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British Security Industry Association Data Shows Increased Demand for Security Officers 

British Security Industry Association Data Shows Increased Demand for Security Officers 
23 March 2023

Figures from The British Security Industry Association show that businesses have recruited an estimated 65,000 new security specialists over the last six months.

A survey of British Security Industry Association (BSIA) members suggests security businesses have increased the size of their workforces by almost a fifth (16 per cent) since July 2022, as the industry gets to grips with new legislation and prepares for the return of major events and festivals in 2023.


"There’s a lot more to the job than wearing a hi-vis vest.”

–Mike Reddington

Chief Executive, BSIA


Mike Reddington, Chief Executive at the BSIA, said: “The recruitment of new security officers is essential for ensuring public safety – and it’s heartening to see security booming amid the economic uncertainty. More and more people are recognising the wide range of opportunities and career progression the sector offers for talent cut loose from elsewhere.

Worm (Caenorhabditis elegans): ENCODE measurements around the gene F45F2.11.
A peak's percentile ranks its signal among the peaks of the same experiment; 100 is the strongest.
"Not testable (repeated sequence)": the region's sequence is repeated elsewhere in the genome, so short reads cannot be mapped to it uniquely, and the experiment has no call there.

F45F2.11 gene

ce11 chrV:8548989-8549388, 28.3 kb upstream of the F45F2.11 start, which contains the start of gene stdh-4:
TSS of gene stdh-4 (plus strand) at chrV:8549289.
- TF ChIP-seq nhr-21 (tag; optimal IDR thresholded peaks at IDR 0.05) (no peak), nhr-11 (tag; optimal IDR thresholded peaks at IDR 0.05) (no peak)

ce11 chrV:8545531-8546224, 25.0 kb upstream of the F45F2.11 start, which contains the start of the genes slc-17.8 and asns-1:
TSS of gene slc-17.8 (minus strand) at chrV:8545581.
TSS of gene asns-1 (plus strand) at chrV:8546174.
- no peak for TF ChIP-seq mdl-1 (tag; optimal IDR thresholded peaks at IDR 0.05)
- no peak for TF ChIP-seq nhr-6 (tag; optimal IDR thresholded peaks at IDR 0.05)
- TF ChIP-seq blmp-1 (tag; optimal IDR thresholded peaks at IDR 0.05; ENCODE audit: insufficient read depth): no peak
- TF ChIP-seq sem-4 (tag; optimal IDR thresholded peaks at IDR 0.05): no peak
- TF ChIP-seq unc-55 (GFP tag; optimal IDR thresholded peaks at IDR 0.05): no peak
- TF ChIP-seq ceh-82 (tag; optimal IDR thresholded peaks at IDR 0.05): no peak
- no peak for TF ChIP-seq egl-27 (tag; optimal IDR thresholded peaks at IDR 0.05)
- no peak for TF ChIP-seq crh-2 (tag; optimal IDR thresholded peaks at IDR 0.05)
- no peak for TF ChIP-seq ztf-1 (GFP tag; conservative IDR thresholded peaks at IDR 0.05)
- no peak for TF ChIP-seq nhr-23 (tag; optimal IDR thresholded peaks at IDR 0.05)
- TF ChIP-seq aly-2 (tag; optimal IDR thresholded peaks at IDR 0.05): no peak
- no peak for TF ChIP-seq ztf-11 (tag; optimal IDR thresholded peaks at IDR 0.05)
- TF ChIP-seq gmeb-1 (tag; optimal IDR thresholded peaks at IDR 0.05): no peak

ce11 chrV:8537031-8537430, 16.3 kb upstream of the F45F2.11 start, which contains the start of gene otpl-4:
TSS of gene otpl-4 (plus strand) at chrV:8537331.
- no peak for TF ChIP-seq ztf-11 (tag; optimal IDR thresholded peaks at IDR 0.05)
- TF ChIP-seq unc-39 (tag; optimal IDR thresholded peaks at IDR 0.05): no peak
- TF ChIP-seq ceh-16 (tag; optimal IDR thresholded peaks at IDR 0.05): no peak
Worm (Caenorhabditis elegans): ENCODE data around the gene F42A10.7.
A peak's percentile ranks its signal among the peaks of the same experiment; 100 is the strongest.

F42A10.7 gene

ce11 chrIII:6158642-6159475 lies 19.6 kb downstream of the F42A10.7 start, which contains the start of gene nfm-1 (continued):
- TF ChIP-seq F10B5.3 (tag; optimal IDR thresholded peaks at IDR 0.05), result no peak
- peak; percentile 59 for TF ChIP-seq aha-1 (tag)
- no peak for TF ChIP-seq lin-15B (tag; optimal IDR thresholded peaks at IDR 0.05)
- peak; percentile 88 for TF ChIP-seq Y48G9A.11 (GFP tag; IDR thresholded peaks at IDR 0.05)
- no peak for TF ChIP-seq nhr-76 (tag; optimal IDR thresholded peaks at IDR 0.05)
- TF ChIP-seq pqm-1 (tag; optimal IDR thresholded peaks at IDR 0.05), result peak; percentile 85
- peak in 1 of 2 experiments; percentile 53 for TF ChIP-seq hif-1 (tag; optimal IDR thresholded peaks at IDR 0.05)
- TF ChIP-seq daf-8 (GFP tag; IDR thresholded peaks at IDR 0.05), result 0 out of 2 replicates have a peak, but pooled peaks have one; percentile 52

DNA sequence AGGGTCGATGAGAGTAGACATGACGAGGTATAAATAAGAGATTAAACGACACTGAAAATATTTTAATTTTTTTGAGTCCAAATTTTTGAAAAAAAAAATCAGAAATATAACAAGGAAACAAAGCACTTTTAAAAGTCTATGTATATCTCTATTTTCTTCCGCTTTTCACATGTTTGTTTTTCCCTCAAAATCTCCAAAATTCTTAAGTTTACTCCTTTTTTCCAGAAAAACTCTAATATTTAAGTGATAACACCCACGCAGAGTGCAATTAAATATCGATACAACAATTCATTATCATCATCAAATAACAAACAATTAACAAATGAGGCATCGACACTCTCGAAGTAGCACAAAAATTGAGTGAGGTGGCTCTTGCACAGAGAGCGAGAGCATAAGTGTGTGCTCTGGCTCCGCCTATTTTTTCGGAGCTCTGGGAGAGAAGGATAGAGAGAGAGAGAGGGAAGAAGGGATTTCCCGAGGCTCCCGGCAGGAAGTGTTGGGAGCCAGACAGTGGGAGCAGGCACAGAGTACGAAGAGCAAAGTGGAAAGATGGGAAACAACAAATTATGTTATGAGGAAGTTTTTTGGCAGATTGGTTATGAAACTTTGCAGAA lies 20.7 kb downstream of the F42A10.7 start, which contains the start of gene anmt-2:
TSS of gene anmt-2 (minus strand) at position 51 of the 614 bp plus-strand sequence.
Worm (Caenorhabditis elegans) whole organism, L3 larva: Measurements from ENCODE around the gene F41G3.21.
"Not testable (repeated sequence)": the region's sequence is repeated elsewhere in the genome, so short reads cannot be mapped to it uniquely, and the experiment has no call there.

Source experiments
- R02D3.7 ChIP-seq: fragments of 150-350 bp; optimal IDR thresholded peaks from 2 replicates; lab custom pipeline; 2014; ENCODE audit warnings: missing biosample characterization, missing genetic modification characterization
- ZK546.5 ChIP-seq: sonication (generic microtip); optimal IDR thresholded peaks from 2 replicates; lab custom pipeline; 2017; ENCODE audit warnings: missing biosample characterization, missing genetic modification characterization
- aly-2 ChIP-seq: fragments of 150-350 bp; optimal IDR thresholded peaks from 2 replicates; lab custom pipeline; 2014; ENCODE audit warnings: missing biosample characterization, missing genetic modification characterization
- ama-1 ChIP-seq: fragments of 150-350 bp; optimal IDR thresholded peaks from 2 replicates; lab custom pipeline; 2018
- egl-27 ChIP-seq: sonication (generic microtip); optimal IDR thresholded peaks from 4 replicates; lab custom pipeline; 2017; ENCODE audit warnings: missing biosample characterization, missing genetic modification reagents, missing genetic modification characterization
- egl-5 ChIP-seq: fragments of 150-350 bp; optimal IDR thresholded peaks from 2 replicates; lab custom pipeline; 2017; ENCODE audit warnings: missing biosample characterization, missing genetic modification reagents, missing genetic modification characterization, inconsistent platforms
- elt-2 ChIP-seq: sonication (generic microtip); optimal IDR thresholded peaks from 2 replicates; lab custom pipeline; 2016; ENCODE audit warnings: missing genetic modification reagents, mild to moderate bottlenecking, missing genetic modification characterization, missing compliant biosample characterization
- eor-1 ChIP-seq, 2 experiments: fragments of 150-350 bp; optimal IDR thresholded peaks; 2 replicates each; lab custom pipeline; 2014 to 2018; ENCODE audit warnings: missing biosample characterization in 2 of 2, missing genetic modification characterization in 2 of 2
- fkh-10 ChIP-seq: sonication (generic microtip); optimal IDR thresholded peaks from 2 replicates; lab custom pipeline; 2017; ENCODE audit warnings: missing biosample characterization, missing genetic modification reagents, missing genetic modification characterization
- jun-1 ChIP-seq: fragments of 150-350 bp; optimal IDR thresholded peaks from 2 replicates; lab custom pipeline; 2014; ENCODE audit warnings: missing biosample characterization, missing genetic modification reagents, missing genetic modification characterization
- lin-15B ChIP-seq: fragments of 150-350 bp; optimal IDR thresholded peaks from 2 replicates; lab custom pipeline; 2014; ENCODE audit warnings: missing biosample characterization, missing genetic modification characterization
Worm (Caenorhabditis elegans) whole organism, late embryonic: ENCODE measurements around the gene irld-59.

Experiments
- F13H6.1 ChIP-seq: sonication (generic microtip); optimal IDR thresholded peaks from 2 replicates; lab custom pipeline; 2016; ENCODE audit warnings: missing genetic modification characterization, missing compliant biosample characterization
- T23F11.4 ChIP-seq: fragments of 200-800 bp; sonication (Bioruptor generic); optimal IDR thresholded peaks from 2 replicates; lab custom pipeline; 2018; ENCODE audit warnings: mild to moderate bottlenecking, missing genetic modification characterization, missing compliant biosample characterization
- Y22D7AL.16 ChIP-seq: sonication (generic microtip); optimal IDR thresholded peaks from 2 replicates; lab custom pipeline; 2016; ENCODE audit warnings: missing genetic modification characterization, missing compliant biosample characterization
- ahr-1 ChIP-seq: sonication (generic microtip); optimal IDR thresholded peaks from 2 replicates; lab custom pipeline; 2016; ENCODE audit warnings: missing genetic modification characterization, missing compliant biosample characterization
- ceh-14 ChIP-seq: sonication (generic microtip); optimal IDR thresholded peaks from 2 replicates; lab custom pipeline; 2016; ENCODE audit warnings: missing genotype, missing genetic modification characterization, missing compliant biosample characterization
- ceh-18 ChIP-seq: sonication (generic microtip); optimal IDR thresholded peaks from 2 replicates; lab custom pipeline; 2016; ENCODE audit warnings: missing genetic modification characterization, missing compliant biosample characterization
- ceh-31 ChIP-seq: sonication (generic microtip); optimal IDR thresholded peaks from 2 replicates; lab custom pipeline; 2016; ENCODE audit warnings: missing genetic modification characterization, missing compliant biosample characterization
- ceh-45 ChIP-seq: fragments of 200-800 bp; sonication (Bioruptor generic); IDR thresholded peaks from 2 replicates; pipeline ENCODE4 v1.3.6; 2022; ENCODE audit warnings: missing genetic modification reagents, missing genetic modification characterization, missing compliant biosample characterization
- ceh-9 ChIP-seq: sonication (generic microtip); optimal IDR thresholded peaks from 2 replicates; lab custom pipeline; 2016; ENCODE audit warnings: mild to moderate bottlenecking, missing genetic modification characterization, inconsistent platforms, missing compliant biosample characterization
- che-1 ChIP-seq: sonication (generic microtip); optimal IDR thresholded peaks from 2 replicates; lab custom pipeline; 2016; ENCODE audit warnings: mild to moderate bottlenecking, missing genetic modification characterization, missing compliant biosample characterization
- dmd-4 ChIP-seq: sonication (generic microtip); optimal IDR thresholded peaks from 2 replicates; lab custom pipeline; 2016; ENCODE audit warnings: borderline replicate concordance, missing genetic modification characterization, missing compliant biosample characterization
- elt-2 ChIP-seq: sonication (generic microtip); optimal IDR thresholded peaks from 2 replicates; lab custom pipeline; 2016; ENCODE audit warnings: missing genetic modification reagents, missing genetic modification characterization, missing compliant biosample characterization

“As an industry body we’re working hard to improve the perception of the security industry and attract young people and women by highlighting the incredible role security officers play in keeping people and property safe and protected. There’s a lot more to the job than wearing a hi-vis vest.”


Women and Young People Contributing to Industry’s Growth


Contrary to the traditional image of a security officer, data from the industry’s regulator, the Security Industry Authority (SIA), suggests that young people and women are two important groups contributing to the industry’s growth.

In the twelve months to March 2023, the biggest increase in the licensed security officer population was in the 18-25 age bracket with a 14 per cent increase. Over the same period there was a 6 per cent increase in licenced female security officers, double the 3 per cent increase in licenced male officers.


Protect Duty


The increasing demand for private security services follows the government's Protect Duty consultation, launched in the wake of the Manchester Arena terrorist bombing in 2017, which creates a legal requirement for organisations to provide proportionate security measures. Also known as Martyn’s Law, it includes key requirements for public spaces such as engaging with counterterrorism advice and training and having a plan in place for the threat of terrorism.

Picture: a photograph of a person wearing a jacket with the word "Security" on the back. Image Credit: Shutterstock

Article written by Ella Tansley | Published 23 March 2023


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